Childhood, Youth and Emotions in Modern History. Centre for the History of Emotions, Max Planck Institute for Human Development, 29.11.2012-01.12.2012.
Reviewed by Fabian Steininger
Published on H-Soz-u-Kult (April, 2013)
Childhood, Youth and Emotions in Modern History
The international and interdisciplinary conference “Childhood, Youth and Emotions in Modern History” organized at the Centre for the History of Emotions of the Max Planck Institute for Human Development from 29 November to 1 December 2012 in Berlin brought together new research in the fields of childhood, education and emotions. The conference organizers STEPHANIE OLSEN (Berlin) and JULIANE BRAUER (Berlin) convened the conference to lay the foundations of a comparative history of educating children´s emotions through the exploration of formal and informal educational contexts. Conference participants outlined the intersectional approach to the history of childhood education. The societal focus on children and their education from the nineteenth century onwards led to productive discussions on the actors involved, the preferred modes and significance of childhood education, and a growing scholarly interest in emotions.
The keynote speaker, PETER STEARNS (Washington), focused on the changing emotions accompanying obedience among American children during the nineteenth century. He demonstrated how these emotions were redefined so that children were no longer frightened into obedience but instead keen and happy to become obedient. Using quantitative data from digital databases, he raised methodological questions about these new sources by highlighting both their limitations and opportunities, namely in their failure to provide explanations and in their usefulness to demonstrate transitions.
The first panel “Schools, Space and Discipline” examined the importance of space in childhood education. JANE HAMLETT (London) focused on the importance of dormitories for public-school boys in South-East England in building notions of masculinity; ROY KOZLOWSKY (Boston) dwelt on the importance of the architecture of playgrounds and hospitals as sites for the production of knowledge and the management of children´s emotions. By concentrating on the management of emotions within families and public schools in Belgium, JOSEPHINE HOEGARTS (Leuven) showed how emotional values are imparted in distinct educational spaces and the ways in which shifts occur.
The second panel, “Media and Emotional Knowledge Acquisition,” examined the distribution channels of specific emotional knowledge. In his talk, MATTHEW EDDY (Durham) explained how inscription and pictures were used in eighteenth-century Britain as methods for the emotional therapy of children, specifically for anger management. DIANE BJORKLUND (Normal) analyzed American picture books regarding their depiction of grief, finding that most books advocate openly discussing feelings with children, whereas HARALD SALOMON (Berlin) showed that children in the media culture of 1930s Japan, while becoming a national preoccupation, mostly inhabited their own spaces and had to deal with adverse situations on their own. Lastly, MANUELA BEYER (Berlin) inquired into the changing feeling rules in the most popular German youth magazine, BRAVO, from the 1960s until today, highlighting a change starting at the end of the 1960s and favoring internal emotional control over external social sanction.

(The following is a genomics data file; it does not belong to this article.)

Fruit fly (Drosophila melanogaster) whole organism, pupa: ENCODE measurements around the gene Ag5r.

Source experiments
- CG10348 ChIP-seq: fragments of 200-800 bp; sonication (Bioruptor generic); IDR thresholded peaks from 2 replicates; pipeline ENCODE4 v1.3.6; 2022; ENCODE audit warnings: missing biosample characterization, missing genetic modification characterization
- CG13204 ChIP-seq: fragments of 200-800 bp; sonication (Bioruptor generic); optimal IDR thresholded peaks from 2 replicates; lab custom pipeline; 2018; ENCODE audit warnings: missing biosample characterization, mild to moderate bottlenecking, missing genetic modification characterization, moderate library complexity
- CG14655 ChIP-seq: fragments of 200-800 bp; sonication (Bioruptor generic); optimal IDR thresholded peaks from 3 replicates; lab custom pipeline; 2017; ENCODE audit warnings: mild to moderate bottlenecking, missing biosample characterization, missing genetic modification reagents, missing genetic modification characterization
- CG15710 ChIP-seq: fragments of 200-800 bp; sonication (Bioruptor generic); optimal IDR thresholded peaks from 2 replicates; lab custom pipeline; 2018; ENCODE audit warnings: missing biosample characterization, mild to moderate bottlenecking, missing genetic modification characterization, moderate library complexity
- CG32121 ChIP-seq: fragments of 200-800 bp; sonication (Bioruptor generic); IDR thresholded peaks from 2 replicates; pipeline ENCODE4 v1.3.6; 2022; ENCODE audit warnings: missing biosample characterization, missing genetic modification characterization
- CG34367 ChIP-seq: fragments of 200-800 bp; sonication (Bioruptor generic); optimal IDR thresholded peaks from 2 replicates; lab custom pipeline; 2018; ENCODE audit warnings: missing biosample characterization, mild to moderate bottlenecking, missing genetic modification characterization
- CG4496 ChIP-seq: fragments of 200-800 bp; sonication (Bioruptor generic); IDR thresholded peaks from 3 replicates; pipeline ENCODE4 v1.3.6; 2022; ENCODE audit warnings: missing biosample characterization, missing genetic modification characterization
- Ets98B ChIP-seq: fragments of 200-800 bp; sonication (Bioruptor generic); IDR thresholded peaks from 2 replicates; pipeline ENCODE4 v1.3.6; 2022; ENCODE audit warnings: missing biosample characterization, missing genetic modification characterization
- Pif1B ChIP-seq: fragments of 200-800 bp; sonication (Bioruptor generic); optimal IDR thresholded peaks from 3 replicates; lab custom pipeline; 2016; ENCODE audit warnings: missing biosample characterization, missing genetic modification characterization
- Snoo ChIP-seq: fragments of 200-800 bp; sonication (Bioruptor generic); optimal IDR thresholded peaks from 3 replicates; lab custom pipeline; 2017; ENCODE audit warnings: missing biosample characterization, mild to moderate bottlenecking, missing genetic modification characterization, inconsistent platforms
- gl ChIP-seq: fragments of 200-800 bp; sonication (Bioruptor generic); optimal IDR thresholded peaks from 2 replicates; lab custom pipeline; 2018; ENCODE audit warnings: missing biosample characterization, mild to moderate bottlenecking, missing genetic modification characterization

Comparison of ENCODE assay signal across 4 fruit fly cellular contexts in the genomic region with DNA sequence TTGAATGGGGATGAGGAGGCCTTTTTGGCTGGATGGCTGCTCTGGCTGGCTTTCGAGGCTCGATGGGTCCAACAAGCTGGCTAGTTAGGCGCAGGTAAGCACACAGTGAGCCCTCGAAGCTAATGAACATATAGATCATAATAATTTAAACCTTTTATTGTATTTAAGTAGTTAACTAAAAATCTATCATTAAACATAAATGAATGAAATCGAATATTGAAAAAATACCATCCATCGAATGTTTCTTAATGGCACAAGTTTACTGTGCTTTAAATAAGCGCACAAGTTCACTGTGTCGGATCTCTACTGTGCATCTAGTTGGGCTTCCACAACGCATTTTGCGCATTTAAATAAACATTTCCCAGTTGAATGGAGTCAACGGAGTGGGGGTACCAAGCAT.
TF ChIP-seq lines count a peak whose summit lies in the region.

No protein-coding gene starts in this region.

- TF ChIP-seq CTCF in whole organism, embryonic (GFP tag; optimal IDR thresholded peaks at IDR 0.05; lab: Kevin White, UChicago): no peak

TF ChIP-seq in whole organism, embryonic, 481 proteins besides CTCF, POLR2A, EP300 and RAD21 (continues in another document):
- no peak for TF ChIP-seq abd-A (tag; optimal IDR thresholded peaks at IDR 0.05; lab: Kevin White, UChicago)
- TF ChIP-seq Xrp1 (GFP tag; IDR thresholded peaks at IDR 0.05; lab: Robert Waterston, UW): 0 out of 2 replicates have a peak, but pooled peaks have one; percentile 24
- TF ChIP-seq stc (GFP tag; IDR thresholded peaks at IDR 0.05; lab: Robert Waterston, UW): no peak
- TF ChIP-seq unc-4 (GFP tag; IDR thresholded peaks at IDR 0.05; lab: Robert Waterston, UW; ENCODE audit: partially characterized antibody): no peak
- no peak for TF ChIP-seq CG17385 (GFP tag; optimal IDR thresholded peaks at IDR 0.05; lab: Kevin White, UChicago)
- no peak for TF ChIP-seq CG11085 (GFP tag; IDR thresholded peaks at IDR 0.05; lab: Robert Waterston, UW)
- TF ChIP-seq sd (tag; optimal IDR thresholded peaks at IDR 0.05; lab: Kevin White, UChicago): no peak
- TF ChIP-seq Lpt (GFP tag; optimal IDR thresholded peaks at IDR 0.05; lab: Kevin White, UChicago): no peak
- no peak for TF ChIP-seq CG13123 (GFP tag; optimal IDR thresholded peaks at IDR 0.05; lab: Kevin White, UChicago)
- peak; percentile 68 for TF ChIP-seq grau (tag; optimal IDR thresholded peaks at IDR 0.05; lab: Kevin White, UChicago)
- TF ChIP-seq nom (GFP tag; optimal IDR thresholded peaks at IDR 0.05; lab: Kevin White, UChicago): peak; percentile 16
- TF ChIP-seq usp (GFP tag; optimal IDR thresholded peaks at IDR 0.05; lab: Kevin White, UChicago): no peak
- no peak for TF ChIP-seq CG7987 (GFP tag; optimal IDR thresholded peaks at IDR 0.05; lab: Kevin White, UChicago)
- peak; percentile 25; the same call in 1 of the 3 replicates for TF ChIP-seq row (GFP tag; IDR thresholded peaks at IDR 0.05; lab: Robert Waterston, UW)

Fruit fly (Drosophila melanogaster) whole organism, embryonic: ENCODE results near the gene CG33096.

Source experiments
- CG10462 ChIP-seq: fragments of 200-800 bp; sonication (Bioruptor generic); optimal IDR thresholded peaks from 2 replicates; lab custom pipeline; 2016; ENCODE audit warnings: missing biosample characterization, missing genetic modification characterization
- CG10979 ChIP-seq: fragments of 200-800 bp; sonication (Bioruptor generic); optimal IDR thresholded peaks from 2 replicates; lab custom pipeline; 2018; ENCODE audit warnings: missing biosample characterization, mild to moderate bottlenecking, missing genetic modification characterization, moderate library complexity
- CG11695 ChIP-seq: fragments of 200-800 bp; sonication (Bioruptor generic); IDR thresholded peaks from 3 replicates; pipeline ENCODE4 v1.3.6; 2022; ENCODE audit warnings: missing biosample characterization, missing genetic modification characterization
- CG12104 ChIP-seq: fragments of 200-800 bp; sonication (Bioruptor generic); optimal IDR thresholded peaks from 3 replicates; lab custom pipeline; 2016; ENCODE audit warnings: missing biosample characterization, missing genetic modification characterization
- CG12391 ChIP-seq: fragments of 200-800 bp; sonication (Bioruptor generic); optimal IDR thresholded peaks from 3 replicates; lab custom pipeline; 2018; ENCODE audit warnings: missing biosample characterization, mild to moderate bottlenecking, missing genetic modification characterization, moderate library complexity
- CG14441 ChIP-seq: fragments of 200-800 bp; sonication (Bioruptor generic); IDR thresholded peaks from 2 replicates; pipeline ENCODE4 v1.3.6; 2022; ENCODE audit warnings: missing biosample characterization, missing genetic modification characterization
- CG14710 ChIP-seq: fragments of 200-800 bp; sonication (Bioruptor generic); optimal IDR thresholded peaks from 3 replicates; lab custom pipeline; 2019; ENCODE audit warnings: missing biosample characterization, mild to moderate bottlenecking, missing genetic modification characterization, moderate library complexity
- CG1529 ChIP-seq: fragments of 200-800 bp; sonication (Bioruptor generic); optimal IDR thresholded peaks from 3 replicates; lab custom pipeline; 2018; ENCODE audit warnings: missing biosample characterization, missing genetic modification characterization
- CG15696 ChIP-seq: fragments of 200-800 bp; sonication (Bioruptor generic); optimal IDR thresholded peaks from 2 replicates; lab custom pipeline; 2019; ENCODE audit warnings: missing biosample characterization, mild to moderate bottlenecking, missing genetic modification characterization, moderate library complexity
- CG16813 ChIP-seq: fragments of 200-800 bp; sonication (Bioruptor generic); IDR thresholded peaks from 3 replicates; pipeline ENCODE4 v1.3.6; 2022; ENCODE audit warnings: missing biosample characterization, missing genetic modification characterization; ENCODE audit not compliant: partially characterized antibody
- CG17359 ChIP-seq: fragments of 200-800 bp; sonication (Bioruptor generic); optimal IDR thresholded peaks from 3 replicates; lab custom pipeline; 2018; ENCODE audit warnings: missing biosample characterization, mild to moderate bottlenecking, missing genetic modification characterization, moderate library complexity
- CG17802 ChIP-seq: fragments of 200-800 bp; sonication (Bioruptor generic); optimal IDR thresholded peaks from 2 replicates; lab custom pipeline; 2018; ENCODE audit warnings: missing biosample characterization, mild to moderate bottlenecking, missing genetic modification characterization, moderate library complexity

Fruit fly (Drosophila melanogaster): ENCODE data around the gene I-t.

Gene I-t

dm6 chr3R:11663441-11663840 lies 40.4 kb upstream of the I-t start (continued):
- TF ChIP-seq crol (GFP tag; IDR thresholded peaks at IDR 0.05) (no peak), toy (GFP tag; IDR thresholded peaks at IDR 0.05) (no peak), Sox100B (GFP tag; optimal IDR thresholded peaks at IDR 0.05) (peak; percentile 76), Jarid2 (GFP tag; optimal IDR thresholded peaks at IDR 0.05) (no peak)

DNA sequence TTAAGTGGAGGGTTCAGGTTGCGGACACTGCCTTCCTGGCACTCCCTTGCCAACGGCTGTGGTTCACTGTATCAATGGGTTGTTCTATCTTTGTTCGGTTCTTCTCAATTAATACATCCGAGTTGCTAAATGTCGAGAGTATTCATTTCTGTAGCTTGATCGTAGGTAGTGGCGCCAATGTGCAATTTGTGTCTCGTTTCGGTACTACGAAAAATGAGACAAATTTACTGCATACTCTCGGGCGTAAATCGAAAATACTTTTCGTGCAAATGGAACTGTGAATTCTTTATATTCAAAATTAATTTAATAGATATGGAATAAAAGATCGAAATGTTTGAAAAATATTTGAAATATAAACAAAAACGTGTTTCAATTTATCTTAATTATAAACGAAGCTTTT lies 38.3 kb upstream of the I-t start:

The third panel addressed the role of religion in the education of children’s emotions. HUGH MORRISON (Dunedin) analyzed the religious roots of emotional norms for children in late colonial British settler societies, arguing for a transnational approach and using a methodology of “affective communities.” MARY CLARE MARTIN (London) contrasted this with a closer look at the situation in nineteenth-century England, concluding that encouraging positive feelings towards religion in children was more widespread in English society than previously thought.
The close connection between the burgeoning nationalism of the nineteenth century and the education of children´s emotions was the topic of the fourth panel, discussing how emotional communities and regimes were linked to the perceived community of the Nation. MARCELO CARUSO (Berlin) gave an insight into early post-independence Latin America, contrasting the “cooling-down” of emotions influenced by the Enlightenment with a more positive approach to passions stemming from the construction of a Latinized self. SUSAN MILLER (Camden) discussed how in the fin-de-siècle United States, children became the focus of an intended “re-birth” of the American Nation through a renewed focus on the revolution via organizations such as the “Children of the Revolution.” ELENA TABACCHI (Florence) examined the education of emotions with the use of schoolbooks in nineteenth-century Italy, highlighting how religious emotions in the early Empire were transformed into nationalist emotions, forming a “national catechism” of love and anger. KATHARINA ROWOLD (London) concluded the panel by comparing child-rearing advice from National Socialist Germany and Interwar Britain, identifying a specific national socialist approach in Johanna Haarer´s insistence on the blood line between mother and child.